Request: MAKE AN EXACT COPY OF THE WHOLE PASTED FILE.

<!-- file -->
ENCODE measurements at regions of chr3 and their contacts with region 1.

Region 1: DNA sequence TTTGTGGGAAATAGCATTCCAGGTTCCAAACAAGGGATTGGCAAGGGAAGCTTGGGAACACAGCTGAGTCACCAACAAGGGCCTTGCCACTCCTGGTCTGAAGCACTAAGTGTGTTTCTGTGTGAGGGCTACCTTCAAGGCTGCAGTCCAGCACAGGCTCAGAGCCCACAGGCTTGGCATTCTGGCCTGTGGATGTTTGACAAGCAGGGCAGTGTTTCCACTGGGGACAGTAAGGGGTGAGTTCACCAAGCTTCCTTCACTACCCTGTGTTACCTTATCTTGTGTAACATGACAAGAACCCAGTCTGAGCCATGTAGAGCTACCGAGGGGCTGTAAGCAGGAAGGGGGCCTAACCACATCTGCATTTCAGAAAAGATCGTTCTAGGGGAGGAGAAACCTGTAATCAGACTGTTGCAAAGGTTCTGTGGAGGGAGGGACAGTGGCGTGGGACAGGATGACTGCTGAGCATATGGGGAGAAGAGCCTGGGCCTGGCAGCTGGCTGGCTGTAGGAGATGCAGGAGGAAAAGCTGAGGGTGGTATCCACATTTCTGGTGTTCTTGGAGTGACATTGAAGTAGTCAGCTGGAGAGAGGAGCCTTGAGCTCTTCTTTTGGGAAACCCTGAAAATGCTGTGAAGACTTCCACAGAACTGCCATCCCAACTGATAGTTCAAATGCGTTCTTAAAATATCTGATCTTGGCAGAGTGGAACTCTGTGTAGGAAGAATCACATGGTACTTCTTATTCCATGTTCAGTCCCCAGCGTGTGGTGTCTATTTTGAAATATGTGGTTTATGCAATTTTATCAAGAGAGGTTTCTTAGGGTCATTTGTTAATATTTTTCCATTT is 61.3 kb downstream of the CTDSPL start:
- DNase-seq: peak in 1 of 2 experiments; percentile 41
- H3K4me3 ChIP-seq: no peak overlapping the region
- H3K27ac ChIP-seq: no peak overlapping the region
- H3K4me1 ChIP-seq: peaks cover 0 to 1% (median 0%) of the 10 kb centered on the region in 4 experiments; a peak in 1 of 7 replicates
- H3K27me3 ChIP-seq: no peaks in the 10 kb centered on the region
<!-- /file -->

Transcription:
ENCODE measurements at regions of chr3 and their contacts with region 1.

Region 1: DNA sequence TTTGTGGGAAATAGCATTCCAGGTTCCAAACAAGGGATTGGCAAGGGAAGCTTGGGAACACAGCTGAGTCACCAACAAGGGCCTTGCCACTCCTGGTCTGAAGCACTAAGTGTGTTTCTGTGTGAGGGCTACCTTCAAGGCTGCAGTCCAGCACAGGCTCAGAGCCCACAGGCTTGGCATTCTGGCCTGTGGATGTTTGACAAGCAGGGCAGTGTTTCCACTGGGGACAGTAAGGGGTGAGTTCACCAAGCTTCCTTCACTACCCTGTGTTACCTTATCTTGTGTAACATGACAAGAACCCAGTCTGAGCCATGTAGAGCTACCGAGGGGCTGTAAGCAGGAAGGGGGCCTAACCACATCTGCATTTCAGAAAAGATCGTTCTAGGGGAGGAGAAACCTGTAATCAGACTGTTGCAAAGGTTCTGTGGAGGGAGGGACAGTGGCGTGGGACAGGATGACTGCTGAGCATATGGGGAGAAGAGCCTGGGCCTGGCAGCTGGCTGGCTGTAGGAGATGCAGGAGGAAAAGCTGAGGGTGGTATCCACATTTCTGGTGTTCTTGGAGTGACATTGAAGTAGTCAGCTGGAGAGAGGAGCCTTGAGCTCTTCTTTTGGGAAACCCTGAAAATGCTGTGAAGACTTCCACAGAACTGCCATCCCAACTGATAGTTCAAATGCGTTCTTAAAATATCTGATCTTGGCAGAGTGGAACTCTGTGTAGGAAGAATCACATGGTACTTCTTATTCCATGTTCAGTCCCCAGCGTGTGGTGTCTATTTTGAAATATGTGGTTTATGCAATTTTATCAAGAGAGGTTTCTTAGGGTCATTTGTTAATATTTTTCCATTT is 61.3 kb downstream of the CTDSPL start:
- DNase-seq: peak in 1 of 2 experiments; percentile 41
- H3K4me3 ChIP-seq: no peak overlapping the region
- H3K27ac ChIP-seq: no peak overlapping the region
- H3K4me1 ChIP-seq: peaks cover 0 to 1% (median 0%) of the 10 kb centered on the region in 4 experiments; a peak in 1 of 7 replicates
- H3K27me3 ChIP-seq: no peaks in the 10 kb centered on the region